Week 1 Process Post
“Have fun, try hard, and make new friends”
My father’s voice still echos through my mind and I can see his mischievous smile while he waits for my eye roll as he drops me off for track practice. For as long as I can remember, that has been my father’s motto. Have fun, try hard, and make new friends. Often, it is said as a joke, as a way to make one of us smile before he head out the door in the morning, to remind us that life is fun, and not to take things too seriously. However, as silly and unassuming this phrase may be, it has led me to more experiences than I give it credit for. You see, when you follow the narrative of having fun, trying hard, and making new friends, talking to strangers becomes an act of second nature.
Which leads me to the present day, or more specifically, last weekend where I had the pleasure of making a new friend while on a hike. Who only moments before, was a complete stranger. When I first saw him, he was twisting around the bend of a mountain ridge line that emerged from an orange smoggy sky. He was wearing an orange mountaineering helmet, a backpack with long ropes tied onto the sides, and gripped two blue hiking poles that seemed to be compensating for a noticeable limp in his step. Grey and gruff, his blue eyes shone from underneath bushy eyebrows and were fixated on the horizon ahead of him. Little tufts of silver hair poked out from underneath his helmet, bouncing up and down as they caught the gentle breeze of the alpine air. He passed a couple groups of hikers and I watched as he made his way past us to head down from the summit. Maybe it was because of COVID-19 and the fear of close contact, or maybe it was the older gentleman’s slightly feral appearance, but each group of hikers seemed to avoided eye contact and any form of acknowledgement towards the man as he passed by.
I looked at these interactions (or lack of) and thought to myself, “that’s not very have fun, try hard, and make new friends of them” and soon after, I was hiking down the trail after him, hoping to catch him on the way down.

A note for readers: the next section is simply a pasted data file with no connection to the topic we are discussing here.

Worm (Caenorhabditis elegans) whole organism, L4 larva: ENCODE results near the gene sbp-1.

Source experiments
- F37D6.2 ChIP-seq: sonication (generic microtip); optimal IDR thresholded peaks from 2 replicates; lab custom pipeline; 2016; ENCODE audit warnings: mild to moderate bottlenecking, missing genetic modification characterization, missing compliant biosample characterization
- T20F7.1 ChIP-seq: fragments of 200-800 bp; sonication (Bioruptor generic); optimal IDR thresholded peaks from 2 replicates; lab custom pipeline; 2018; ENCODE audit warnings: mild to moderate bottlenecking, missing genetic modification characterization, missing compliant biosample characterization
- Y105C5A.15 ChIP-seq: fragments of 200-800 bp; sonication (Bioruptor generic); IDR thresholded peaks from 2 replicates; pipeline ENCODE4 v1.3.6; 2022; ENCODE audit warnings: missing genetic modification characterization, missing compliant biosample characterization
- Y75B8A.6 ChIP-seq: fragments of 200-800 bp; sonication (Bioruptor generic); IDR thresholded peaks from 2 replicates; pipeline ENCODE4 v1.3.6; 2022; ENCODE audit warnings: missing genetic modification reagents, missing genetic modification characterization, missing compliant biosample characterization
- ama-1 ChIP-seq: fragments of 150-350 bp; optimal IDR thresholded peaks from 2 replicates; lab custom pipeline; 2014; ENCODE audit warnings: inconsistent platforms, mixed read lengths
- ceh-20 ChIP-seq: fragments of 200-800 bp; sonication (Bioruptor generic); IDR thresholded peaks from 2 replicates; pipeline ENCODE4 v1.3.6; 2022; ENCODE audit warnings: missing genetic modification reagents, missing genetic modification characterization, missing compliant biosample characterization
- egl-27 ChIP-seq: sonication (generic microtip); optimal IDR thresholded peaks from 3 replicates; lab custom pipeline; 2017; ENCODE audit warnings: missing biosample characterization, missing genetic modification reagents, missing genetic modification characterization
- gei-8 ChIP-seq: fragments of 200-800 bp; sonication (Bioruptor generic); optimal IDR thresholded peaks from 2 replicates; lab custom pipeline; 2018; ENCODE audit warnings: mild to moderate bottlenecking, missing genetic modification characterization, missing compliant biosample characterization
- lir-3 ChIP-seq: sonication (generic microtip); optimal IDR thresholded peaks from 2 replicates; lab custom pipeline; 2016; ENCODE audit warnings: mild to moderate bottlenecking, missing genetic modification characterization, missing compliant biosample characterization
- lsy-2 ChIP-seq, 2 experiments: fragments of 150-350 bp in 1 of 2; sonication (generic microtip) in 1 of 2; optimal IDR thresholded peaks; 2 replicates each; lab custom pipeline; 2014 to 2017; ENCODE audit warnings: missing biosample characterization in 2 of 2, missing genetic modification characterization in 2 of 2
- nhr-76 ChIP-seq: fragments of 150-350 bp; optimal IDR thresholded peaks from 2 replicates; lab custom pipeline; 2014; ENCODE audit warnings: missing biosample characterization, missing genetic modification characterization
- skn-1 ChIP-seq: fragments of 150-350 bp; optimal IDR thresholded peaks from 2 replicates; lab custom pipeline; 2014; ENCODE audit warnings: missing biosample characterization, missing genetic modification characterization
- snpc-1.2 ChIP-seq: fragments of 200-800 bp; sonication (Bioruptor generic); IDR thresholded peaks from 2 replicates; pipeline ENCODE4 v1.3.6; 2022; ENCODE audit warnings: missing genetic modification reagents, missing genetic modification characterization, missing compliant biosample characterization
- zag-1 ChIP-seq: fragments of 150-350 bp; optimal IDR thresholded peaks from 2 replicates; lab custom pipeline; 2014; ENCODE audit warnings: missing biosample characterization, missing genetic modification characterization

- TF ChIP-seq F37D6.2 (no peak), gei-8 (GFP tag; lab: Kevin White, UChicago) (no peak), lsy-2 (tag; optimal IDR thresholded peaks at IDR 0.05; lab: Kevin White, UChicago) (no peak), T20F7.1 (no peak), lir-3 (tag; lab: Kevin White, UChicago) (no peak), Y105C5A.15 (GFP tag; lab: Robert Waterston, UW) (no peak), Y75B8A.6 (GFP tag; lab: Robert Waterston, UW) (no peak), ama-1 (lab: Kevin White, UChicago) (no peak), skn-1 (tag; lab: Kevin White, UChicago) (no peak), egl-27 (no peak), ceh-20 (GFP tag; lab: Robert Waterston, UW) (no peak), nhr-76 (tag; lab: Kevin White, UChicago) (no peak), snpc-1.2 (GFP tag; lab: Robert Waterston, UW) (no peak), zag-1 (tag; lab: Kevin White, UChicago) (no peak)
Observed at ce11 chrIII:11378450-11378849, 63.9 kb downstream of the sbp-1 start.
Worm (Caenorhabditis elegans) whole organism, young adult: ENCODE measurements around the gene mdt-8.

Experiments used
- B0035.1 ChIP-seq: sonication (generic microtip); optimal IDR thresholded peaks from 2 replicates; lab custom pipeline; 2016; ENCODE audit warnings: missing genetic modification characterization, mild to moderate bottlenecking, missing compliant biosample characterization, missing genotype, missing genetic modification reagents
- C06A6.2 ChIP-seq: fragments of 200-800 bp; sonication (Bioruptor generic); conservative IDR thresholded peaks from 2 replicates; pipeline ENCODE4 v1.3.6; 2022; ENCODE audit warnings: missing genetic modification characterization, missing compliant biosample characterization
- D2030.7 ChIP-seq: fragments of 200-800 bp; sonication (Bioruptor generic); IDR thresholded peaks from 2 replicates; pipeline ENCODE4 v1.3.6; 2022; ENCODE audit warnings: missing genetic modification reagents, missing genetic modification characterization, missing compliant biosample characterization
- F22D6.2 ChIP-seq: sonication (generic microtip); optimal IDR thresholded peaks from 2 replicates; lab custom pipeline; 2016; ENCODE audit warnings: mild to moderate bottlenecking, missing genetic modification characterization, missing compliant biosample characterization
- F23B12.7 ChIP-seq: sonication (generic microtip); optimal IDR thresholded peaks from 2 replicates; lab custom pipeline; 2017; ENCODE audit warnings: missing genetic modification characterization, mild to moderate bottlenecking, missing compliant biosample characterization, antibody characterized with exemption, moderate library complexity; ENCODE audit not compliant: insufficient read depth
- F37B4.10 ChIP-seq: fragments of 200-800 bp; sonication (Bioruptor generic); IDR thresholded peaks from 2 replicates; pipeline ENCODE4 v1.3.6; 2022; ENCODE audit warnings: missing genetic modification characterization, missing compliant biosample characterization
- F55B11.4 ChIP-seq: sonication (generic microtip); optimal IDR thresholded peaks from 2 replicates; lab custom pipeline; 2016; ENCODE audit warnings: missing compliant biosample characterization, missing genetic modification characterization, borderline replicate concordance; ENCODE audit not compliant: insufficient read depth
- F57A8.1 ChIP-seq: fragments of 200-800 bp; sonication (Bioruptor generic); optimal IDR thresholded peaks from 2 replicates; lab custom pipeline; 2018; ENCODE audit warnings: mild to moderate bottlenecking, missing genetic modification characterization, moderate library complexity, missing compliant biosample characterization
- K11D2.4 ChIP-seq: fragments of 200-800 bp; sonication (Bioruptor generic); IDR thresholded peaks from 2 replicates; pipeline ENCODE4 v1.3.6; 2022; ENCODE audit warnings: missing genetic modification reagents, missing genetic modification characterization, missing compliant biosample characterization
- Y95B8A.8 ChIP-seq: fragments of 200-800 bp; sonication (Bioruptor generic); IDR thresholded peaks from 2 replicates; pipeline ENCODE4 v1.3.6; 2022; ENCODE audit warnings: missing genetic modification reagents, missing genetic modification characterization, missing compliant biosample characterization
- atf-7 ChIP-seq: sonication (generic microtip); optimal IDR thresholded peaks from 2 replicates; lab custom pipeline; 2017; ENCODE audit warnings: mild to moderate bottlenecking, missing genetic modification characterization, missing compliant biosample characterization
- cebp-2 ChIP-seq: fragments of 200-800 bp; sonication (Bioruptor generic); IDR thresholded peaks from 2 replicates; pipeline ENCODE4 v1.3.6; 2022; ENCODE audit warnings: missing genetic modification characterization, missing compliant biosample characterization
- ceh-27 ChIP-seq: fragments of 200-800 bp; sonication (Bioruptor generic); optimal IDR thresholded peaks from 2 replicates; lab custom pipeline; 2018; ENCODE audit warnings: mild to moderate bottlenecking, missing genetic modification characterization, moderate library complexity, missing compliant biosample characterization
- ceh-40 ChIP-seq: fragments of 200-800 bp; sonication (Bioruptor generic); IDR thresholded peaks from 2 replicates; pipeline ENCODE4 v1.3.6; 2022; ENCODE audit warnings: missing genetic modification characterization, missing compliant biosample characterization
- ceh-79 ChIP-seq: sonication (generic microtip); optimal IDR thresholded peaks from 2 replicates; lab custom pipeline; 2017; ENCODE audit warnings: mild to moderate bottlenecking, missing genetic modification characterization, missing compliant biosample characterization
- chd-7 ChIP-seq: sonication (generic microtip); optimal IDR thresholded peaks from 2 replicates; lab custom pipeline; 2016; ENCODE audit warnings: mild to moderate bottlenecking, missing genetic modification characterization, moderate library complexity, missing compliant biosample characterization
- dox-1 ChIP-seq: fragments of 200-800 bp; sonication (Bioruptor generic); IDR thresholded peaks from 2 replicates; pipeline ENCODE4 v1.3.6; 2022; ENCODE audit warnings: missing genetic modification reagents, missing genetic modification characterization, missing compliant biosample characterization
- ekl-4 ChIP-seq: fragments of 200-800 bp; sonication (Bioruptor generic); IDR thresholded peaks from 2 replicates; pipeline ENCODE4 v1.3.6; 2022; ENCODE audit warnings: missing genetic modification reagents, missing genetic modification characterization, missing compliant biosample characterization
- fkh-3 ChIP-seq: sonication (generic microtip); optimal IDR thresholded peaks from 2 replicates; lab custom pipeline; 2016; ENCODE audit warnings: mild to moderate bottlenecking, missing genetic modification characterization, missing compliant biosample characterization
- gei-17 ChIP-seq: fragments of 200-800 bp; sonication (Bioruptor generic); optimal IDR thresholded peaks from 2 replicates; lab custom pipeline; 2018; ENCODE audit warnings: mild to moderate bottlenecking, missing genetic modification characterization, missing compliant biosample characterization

“Hi! Did you come from summiting the Lions?”
The man looked up at me, surprised that someone had addressed him. I watched as the smile lines around his eyes shifted into their familiar grooves and he answered back with a grin worn only by someone who has just experienced a day of alpine stoke and adventure. “Sure did” he replied with a smile, “took me longer than usual though because of this damned American smoke. Thought I’d escape it if I climbed high enough.”
And that was it, my simple “Hi” followed by a single question led into a full conversation that lasted almost the entire rest of our hike down the mountain. We began talking about we each experiment the hike that day, the weather, the summer and how COVID-19 has changed what we both normally do in terms of socializing and it’s influence on our hobbies. As we were talking, my eyes caught the funky pattern of his crew cut socks – a pattern that could only be distinguished as the theme of a coveted bike race in Victoria, BC. One question flowed into another and next thing I knew we catapulted into a whole new and exciting conversation about his life as a professional cyclist. He told me about his life before cycling and how his love for road races originated from his early days as professional Ironman athlete, where he travelled to a handful of countries across the world to compete and train. He told me how he met his wife and got her hooked on a life lived outdoors, and about his passion for trail running and hiking. He told me about the multi day/ multi event relay races that he enters with his group of friends, enduro cycling, and the whacky meals he eats to refuel while on the road, his love for back country skiing, and intertwined life lessons into each story of his life of sports and adventure.
In regards to the week 1 course reading “How to Talk to Strangers” by James Hamblin, I am most interested in the aspect of how detaching from societal expectations surrounding “talking to strangers” allows us to acknowledge one another’s humanity. The interaction that I experienced while on my hike was perfect proof that the biggest barriers we face towards human connection are the ones we create in our minds. All it takes is a conscious choice to break the ice and engage with “strangers” around you, because most of the time, they’re never that strange at all.
That day, I chose to break through the invisible barriers that we create for ourselves when it comes to meeting new people. By following the phrase “have fun, try hard, and make new friends” I was able to turn what could have been another stranger in passing into a friend. From this experience, I was able to take away an amazing conversation, shared stories and knowledge, and was able to see what life can look like when you follow your passion towards a lifetime of sports and adventure.